After the failure of Interiors, Manhattan could be seen as Allen’s return to the same formula that made Annie Hall a success. While there are similarities between the two films, Manhattan showed how much he had matured as a filmmaker by injecting more dramatic weight without upsetting the overall balance of the film. He wasn’t simply content to make an entertaining romantic comedy. Manhattan not only expressed his feelings for New York but also his views on relationships. It is arguably Allen’s most complete expression of his unique cinematic worldview – highly educated people with very little common sense when it comes to their personal lives, making bad decisions even when they realize it. But like the rest of us, they keep on trying, hoping that the next relationship is the one. He continues to explore it with numerous variations, such as locations, time periods, but they can be traced back to Annie Hall and Manhattan.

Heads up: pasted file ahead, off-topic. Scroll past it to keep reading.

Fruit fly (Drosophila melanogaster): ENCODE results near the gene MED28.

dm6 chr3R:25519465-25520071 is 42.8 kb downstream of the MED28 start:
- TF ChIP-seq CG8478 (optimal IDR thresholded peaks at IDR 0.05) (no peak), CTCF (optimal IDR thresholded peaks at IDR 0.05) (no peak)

Ultimately, Manhattan is about figuring out what you want in life and going for it. Isaac doesn’t do this until late in the film during a classic scene where he lists the things that make life worth living for him and in doing so achieves an epiphany. The film ends on a bit of ambiguous note as we are left wondering that the woman he picked was the right one and if so, how long the relationship will last. In a way, it is cinematic litmus test for the viewer – if you’re an optimist, the ending is hopeful and if you’re a pessimist, it is bittersweet. In other words, this scene conveys the same uncertainty that goes with relationships that the rest of us experience. That being said, I think Tracy sums it up best when she tells Isaac, “You have to have a little faith in people.”


Bjorkman, Stig. Woody Allen on Woody Allen. Grove Press. 1993.

Lax, Eric. Conversations with Woody Allen. Alfred A. Knopf. 2007.